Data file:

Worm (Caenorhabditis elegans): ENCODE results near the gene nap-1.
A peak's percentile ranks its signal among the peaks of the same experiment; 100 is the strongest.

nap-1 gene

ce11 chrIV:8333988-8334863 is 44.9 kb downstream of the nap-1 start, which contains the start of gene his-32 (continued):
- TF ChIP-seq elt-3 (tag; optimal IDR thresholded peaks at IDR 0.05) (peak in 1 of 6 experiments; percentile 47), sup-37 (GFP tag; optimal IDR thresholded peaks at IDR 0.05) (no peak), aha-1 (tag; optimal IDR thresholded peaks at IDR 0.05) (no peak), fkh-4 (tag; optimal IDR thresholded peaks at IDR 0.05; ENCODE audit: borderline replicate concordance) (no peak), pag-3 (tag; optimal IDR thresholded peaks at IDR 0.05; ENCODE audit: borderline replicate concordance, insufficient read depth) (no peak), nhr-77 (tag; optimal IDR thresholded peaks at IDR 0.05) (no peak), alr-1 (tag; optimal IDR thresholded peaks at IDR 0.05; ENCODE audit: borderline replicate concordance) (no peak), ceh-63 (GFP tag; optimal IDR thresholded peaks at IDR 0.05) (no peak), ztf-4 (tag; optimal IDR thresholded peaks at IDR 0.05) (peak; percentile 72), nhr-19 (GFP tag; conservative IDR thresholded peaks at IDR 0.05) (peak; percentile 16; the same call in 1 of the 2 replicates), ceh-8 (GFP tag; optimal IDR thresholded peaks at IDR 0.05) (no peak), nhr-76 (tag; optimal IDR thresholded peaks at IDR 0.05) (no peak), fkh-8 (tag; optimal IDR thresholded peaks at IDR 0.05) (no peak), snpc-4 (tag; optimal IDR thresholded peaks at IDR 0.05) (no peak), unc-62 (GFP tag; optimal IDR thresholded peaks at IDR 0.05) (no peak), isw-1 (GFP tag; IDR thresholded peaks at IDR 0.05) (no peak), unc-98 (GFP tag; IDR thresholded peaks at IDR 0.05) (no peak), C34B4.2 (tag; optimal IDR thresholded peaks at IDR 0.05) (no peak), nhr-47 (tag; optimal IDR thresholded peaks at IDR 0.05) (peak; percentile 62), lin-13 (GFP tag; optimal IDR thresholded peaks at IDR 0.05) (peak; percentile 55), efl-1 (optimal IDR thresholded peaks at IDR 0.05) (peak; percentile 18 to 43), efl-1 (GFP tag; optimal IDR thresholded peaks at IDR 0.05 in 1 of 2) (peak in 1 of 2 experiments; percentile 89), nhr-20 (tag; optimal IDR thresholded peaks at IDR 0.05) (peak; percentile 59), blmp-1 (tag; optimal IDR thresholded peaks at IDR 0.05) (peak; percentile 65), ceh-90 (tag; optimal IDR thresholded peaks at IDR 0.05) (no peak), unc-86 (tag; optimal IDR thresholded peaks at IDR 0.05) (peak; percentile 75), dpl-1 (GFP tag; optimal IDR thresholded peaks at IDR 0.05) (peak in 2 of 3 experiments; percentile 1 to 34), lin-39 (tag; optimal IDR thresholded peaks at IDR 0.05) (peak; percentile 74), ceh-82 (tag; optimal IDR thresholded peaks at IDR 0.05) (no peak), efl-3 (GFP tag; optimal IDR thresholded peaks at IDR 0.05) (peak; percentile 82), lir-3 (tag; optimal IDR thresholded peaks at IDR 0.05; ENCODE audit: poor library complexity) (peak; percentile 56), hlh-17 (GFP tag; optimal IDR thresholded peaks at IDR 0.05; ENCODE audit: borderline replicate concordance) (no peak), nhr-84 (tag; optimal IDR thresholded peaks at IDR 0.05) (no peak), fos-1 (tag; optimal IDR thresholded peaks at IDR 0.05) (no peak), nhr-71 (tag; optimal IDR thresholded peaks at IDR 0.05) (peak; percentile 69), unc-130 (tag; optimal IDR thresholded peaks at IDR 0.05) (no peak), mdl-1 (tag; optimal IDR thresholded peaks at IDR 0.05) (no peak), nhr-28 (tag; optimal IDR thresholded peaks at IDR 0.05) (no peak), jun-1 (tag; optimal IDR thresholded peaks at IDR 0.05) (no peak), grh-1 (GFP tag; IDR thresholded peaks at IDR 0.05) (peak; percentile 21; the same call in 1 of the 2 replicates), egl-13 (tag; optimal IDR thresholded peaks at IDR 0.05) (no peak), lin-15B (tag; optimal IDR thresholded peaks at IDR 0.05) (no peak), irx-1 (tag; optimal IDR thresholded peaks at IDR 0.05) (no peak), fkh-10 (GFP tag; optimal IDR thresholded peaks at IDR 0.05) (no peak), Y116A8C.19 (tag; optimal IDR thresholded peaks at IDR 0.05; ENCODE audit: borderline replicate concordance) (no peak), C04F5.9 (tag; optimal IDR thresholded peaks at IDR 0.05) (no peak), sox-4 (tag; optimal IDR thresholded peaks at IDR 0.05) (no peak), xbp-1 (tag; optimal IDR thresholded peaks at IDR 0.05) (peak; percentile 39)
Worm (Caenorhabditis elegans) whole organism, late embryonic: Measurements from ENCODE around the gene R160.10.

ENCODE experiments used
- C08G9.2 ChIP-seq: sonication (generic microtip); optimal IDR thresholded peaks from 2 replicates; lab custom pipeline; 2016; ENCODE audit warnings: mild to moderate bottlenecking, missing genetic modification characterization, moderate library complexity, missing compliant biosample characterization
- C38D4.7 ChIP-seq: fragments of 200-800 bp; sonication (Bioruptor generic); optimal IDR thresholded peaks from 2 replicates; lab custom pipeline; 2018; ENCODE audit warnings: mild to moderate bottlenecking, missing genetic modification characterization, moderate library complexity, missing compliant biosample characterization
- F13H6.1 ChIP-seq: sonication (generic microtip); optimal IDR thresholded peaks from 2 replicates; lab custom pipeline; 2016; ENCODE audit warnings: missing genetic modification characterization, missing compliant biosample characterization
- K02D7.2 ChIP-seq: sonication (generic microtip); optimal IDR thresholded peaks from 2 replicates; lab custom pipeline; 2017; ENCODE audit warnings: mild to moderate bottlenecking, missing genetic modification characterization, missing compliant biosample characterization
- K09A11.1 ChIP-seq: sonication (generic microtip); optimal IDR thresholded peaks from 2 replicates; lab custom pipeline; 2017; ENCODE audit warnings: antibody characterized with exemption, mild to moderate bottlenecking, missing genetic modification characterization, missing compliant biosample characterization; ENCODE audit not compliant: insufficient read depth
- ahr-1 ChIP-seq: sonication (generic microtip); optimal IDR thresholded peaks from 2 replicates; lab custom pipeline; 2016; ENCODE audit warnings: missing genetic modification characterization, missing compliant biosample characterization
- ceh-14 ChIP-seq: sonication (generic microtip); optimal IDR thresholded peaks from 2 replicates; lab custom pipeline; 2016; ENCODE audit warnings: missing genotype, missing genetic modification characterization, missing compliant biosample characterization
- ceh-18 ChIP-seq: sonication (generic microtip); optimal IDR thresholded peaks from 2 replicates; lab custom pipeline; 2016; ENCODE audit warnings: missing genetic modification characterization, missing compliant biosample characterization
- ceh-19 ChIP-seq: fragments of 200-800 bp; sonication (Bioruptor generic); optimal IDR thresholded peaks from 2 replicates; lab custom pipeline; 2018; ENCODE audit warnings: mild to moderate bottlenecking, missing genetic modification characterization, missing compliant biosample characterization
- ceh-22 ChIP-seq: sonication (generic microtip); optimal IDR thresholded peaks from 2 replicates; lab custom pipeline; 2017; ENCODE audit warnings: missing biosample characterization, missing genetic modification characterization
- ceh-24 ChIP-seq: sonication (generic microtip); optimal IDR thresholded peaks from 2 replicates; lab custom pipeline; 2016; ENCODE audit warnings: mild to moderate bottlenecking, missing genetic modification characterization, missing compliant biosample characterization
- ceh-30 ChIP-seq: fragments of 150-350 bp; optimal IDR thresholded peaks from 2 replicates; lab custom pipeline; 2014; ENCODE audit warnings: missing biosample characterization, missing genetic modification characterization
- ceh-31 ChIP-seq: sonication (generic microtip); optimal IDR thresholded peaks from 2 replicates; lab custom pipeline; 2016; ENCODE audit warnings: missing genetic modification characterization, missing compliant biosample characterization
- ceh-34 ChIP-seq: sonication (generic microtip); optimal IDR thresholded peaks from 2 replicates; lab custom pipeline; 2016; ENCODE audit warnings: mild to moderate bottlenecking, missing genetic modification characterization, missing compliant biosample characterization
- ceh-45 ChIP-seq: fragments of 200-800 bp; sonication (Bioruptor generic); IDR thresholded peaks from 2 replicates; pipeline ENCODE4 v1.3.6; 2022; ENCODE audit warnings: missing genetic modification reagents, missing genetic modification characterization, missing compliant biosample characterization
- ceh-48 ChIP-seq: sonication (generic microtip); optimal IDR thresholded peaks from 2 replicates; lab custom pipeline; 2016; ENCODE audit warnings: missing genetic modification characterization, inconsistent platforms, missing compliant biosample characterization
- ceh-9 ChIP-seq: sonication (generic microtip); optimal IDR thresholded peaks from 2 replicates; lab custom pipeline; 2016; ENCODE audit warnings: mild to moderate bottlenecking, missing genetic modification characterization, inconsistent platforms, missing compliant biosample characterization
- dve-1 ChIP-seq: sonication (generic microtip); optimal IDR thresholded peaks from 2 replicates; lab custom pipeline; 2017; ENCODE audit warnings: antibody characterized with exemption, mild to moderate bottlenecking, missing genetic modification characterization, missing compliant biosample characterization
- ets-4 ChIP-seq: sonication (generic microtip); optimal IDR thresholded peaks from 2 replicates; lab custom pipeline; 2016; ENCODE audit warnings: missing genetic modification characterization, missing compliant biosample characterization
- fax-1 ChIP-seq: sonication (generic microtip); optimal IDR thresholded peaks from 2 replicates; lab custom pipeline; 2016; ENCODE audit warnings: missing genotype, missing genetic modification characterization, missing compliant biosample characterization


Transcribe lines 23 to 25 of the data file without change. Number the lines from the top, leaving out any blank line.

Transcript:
- ceh-48 ChIP-seq: sonication (generic microtip); optimal IDR thresholded peaks from 2 replicates; lab custom pipeline; 2016; ENCODE audit warnings: missing genetic modification characterization, inconsistent platforms, missing compliant biosample characterization
- ceh-9 ChIP-seq: sonication (generic microtip); optimal IDR thresholded peaks from 2 replicates; lab custom pipeline; 2016; ENCODE audit warnings: mild to moderate bottlenecking, missing genetic modification characterization, inconsistent platforms, missing compliant biosample characterization
- dve-1 ChIP-seq: sonication (generic microtip); optimal IDR thresholded peaks from 2 replicates; lab custom pipeline; 2017; ENCODE audit warnings: antibody characterized with exemption, mild to moderate bottlenecking, missing genetic modification characterization, missing compliant biosample characterization